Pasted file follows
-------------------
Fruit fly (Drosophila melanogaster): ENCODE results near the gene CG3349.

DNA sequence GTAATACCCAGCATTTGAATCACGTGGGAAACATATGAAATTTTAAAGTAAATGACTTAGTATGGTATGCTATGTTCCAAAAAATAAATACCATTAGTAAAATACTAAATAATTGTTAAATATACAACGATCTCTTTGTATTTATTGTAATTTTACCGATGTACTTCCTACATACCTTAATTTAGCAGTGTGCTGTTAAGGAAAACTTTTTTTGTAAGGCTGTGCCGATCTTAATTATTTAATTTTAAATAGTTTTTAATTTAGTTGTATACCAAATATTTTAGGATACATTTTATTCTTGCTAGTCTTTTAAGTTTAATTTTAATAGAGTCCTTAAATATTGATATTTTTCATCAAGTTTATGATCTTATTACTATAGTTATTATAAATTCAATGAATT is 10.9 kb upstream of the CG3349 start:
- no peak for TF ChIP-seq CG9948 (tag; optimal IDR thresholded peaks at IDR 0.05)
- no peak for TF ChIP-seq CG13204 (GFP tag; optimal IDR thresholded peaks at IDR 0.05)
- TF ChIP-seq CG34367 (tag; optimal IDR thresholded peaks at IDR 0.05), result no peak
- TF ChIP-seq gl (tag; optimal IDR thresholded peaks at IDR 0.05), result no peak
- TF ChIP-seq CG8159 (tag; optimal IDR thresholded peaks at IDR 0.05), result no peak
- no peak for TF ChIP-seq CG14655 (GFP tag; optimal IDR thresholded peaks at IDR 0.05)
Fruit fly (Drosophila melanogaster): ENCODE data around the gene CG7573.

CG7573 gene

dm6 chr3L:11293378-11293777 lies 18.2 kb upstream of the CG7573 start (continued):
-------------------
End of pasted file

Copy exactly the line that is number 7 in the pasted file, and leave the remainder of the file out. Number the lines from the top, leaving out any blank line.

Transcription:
- TF ChIP-seq CG8159 (tag; optimal IDR thresholded peaks at IDR 0.05), result no peak